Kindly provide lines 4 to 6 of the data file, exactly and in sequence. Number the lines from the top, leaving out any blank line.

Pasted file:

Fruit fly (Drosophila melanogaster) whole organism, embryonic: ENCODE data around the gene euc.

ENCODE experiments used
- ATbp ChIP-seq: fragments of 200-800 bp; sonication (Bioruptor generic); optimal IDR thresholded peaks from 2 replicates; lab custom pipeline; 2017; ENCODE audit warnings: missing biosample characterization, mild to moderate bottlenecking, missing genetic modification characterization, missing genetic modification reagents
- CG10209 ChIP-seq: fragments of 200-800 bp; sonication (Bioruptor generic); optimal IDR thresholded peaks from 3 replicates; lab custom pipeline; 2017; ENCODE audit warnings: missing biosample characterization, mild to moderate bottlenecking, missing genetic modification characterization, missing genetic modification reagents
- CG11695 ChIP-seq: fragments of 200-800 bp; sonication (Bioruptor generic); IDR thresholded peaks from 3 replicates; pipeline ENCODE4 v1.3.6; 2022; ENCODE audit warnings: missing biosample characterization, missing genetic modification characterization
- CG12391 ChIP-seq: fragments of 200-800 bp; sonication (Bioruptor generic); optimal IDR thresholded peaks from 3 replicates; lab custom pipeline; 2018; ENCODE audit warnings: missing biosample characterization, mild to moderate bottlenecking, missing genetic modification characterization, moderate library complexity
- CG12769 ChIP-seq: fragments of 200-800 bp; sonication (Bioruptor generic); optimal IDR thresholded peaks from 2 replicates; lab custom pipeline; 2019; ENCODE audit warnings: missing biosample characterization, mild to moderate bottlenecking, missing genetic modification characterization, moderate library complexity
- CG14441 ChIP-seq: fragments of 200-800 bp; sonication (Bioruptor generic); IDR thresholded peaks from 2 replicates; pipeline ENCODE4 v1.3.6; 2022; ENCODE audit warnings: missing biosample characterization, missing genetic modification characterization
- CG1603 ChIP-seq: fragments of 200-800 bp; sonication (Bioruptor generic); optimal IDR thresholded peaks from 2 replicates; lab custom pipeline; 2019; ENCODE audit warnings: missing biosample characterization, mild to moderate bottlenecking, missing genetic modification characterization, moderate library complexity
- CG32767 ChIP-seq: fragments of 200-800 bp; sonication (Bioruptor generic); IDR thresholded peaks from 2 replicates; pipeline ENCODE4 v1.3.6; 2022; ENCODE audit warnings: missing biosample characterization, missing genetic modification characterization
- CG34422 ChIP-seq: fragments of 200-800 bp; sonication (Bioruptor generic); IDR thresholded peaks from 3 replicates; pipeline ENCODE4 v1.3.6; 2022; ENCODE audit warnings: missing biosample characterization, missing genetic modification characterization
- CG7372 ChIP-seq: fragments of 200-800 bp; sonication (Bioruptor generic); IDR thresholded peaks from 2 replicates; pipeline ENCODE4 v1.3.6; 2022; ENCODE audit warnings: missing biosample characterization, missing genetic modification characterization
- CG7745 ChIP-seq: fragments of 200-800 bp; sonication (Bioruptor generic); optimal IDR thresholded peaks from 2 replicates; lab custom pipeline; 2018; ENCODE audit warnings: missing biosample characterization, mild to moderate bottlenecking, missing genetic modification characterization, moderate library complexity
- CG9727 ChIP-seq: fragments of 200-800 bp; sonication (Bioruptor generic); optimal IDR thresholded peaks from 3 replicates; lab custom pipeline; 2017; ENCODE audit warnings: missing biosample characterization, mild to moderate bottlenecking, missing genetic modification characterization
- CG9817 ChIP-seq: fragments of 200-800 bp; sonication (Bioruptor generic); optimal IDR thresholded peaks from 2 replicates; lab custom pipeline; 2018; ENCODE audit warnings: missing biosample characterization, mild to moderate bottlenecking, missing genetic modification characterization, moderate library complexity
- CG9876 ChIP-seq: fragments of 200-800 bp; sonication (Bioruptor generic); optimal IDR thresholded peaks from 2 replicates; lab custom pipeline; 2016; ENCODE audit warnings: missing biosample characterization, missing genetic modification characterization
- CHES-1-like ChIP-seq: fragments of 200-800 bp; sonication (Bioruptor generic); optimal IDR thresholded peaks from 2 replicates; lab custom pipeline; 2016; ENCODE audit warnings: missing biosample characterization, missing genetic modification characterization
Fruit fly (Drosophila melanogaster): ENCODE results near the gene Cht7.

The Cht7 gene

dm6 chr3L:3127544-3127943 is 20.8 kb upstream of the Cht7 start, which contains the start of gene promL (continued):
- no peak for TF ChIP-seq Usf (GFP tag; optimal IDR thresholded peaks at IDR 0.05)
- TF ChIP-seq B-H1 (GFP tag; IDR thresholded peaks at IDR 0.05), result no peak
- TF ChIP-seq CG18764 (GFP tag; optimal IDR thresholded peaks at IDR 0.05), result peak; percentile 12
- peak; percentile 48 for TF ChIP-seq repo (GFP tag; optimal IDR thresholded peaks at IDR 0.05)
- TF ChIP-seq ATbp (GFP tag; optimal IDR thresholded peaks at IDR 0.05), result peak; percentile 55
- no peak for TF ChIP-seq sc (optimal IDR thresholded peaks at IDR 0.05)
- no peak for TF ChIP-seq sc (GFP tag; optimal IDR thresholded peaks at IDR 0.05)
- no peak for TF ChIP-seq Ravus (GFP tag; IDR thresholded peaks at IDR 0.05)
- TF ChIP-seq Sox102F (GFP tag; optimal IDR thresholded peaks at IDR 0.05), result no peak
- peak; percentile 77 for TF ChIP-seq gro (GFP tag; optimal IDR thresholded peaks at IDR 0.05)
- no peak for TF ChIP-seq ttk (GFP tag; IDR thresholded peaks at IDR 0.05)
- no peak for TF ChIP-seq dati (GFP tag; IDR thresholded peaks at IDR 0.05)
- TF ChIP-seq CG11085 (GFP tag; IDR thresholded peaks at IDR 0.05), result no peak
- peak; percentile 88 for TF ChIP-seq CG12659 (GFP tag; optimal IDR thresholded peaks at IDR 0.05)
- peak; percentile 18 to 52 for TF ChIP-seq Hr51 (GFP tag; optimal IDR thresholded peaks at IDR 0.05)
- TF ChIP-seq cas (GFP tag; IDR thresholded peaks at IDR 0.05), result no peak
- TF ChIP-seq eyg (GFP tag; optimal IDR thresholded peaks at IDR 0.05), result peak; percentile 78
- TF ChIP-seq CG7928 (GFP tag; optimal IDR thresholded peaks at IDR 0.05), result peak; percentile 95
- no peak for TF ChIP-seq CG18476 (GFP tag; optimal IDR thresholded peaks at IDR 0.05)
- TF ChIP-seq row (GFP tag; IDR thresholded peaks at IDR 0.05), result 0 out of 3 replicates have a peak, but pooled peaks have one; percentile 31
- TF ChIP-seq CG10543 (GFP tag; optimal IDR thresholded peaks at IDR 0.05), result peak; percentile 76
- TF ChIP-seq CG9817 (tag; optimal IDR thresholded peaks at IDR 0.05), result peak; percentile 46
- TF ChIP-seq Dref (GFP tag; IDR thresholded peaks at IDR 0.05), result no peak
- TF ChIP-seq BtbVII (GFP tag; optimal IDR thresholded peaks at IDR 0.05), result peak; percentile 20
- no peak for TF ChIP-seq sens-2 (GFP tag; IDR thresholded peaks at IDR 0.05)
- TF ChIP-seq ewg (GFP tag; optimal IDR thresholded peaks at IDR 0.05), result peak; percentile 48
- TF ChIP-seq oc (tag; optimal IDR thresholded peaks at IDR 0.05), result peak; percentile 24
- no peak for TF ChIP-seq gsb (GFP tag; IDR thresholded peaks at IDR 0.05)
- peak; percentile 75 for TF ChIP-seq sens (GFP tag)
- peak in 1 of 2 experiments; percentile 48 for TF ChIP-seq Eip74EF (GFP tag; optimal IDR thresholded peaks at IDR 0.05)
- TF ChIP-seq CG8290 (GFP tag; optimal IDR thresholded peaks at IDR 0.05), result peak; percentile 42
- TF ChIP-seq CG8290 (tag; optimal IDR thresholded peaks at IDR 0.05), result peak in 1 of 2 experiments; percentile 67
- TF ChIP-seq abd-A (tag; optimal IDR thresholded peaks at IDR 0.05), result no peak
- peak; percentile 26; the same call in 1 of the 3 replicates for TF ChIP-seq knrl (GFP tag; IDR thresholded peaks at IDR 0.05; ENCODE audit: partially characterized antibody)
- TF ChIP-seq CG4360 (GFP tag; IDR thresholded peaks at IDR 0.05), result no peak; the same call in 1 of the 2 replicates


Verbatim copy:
- CG10209 ChIP-seq: fragments of 200-800 bp; sonication (Bioruptor generic); optimal IDR thresholded peaks from 3 replicates; lab custom pipeline; 2017; ENCODE audit warnings: missing biosample characterization, mild to moderate bottlenecking, missing genetic modification characterization, missing genetic modification reagents
- CG11695 ChIP-seq: fragments of 200-800 bp; sonication (Bioruptor generic); IDR thresholded peaks from 3 replicates; pipeline ENCODE4 v1.3.6; 2022; ENCODE audit warnings: missing biosample characterization, missing genetic modification characterization
- CG12391 ChIP-seq: fragments of 200-800 bp; sonication (Bioruptor generic); optimal IDR thresholded peaks from 3 replicates; lab custom pipeline; 2018; ENCODE audit warnings: missing biosample characterization, mild to moderate bottlenecking, missing genetic modification characterization, moderate library complexity